Changing my vocabulary wasn’t easy. But after a few years, the phrase is (mostly) gone. The next step is to help others change their language too. Why? Because the state of women in the workforce is not changing, and we can use language to change that.

The State of Women in the Workforce Is Unchanging

The Women in the Workplace 2018 report by LeanIn.org and McKinsey found that “Companies report that they are highly committed to gender diversity. But that commitment has not translated into meaningful progress…Progress isn’t just slow. It’s stalled.” This is despite the fact that women are doing their part, obtaining bachelor’s degrees at a rate higher than men and asking for promotions and negotiating salaries at the same rate as men.

(If you need to be convinced that diversity in the workplace is important, there are plenty of reports that can help prove “gender-diverse business units have better financial outcomes than those dominated by one gender.”)

To Improve Diversity, Change Your Language

LeanIn.org and McKinsey seek to make improving diversity easy by providing six actions companies can take to find success. One of these is particularly relevant for our industry: foster an inclusive and respectful culture.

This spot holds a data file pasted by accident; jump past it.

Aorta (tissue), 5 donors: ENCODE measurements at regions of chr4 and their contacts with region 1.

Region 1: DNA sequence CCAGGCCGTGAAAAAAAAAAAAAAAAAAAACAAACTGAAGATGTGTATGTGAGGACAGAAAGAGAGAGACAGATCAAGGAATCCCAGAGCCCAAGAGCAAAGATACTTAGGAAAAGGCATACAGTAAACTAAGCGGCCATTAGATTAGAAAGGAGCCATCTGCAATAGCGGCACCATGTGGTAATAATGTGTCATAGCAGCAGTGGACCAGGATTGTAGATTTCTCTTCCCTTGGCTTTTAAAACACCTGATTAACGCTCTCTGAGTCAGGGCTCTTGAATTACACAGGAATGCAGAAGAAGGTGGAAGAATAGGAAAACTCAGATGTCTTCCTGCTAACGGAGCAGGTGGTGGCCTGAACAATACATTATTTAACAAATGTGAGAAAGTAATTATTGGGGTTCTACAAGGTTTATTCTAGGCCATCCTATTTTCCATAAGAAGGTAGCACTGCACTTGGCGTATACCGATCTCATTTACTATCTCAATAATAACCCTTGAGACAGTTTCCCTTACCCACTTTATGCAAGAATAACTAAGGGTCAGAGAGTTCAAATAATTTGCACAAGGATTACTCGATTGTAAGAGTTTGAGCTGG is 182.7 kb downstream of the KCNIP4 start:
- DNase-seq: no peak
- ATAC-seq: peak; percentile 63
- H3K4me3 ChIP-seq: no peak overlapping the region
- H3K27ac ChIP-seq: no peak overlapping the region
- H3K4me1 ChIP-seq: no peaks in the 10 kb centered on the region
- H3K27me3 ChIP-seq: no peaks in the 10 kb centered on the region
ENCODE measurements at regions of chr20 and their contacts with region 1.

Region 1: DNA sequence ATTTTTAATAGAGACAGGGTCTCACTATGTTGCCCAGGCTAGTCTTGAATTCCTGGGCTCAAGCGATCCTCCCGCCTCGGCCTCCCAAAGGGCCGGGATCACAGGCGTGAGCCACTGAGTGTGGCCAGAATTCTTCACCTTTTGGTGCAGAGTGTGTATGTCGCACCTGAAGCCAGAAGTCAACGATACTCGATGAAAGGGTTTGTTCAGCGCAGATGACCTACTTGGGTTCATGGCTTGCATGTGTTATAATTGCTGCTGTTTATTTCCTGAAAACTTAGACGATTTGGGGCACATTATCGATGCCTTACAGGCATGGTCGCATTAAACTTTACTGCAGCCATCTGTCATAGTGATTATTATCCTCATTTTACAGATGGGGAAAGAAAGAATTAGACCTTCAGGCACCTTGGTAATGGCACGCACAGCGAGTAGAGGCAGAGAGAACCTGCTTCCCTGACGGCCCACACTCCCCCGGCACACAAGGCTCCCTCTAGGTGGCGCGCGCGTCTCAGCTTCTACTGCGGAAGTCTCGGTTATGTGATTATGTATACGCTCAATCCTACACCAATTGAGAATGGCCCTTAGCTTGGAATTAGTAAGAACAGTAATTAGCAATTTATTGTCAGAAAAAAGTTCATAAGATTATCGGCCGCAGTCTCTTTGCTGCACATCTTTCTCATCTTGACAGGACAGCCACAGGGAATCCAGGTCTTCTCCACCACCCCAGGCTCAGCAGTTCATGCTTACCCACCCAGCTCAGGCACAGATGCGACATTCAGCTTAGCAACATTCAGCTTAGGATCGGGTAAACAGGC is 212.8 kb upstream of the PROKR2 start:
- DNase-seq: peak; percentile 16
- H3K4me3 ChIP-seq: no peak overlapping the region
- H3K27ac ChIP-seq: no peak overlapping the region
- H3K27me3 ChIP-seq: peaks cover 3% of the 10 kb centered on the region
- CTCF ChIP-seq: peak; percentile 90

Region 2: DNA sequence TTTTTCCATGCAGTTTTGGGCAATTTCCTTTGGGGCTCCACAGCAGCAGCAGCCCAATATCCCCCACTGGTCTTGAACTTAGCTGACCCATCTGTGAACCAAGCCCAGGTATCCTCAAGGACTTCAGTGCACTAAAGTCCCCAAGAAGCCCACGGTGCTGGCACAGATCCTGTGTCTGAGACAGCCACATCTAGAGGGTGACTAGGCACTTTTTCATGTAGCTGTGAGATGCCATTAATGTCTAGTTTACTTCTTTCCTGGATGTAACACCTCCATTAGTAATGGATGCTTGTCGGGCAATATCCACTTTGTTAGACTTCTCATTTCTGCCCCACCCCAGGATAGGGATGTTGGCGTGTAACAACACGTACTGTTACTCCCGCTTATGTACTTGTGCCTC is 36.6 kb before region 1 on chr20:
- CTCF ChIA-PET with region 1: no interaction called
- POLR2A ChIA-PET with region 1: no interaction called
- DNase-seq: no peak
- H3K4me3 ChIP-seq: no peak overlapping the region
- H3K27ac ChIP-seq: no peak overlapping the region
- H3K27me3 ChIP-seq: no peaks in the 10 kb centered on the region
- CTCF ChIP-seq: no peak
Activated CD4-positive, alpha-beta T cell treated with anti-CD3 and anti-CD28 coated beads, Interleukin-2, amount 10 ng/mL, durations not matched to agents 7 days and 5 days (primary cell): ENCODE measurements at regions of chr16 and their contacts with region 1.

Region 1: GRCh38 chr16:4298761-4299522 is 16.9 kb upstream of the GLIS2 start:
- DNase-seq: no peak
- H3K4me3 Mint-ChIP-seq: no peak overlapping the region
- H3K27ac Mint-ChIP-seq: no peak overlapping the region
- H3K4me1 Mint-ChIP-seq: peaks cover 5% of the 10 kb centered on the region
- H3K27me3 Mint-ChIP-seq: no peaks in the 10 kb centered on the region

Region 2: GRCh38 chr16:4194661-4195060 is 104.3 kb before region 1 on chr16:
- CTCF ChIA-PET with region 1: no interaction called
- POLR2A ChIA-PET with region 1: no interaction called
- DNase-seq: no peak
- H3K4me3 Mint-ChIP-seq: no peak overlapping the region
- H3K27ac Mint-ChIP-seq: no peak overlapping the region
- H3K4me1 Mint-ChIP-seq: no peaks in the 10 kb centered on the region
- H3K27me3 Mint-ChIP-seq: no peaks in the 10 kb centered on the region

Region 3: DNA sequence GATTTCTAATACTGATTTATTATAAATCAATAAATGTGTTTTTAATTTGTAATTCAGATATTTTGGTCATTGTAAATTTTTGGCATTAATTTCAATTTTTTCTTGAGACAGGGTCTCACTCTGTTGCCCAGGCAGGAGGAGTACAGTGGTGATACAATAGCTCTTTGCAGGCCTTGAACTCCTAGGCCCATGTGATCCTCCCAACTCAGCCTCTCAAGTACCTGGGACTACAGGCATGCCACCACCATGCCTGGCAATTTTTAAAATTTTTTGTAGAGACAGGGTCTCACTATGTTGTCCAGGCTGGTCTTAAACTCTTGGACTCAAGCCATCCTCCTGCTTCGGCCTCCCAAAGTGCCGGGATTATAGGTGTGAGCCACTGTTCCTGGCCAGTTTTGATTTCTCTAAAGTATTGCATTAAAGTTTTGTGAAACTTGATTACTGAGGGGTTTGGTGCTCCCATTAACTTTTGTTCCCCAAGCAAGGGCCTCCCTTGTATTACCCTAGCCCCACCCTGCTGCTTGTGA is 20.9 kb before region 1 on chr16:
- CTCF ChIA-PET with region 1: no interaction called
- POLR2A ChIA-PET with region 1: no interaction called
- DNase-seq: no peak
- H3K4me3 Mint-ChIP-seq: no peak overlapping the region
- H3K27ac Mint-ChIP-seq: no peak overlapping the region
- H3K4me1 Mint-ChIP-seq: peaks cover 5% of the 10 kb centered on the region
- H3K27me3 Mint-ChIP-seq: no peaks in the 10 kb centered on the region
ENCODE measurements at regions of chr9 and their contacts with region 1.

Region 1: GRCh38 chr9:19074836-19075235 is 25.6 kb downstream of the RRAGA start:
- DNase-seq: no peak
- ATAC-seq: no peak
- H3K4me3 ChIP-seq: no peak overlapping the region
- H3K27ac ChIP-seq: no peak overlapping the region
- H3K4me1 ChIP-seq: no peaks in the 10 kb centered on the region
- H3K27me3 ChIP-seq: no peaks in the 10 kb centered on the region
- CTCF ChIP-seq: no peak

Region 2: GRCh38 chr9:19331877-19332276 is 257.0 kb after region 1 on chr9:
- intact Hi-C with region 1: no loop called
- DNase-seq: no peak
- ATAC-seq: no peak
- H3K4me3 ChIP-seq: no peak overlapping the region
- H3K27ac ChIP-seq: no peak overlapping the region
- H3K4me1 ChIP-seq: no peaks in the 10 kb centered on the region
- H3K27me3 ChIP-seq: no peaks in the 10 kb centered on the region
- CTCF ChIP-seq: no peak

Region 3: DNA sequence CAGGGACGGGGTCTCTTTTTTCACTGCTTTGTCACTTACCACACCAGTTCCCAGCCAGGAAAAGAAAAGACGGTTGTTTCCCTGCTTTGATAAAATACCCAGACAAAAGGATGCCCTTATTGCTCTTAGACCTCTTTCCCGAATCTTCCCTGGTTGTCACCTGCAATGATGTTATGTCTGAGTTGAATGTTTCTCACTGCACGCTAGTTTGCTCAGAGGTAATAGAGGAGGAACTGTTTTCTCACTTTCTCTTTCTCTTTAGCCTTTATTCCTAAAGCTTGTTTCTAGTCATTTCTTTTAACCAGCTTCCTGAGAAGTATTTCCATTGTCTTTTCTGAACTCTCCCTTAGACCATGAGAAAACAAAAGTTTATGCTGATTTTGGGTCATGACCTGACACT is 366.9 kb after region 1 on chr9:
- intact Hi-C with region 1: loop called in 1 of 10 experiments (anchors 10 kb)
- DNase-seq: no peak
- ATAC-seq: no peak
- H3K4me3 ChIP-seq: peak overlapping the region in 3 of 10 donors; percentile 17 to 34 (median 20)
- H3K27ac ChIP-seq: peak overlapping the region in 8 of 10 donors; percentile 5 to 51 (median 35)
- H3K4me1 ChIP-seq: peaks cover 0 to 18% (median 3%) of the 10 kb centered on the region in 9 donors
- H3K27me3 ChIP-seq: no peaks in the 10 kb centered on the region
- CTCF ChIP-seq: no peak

Language is a simple way to promote an inclusive culture. If you’re looking to change your own actions at work, be considerate about the language you use. Select words and phrases that are more inclusive. Because language is so ingrained in us, making an effort to be more inclusive will take some work, but if you take a collaborative attitude and give yourself the grace to make a slip up, your language will begin to improve.

How to Ask Others to Change Their Language

Once you’ve begun the process of changing your own language (it will be a process), you can begin to help others change theirs. Through trial and error, I have developed some personal best practices when it comes to asking others to change their language. (Interestingly, the strategy I use is similar to one I use at work to advocate for a project or cause I believe in.)

  1. Share a personal story. Sharing personal stories at work requires a balance—we don’t want to get too personal—but by sharing how we view the world, we can help others see situations through our eyes.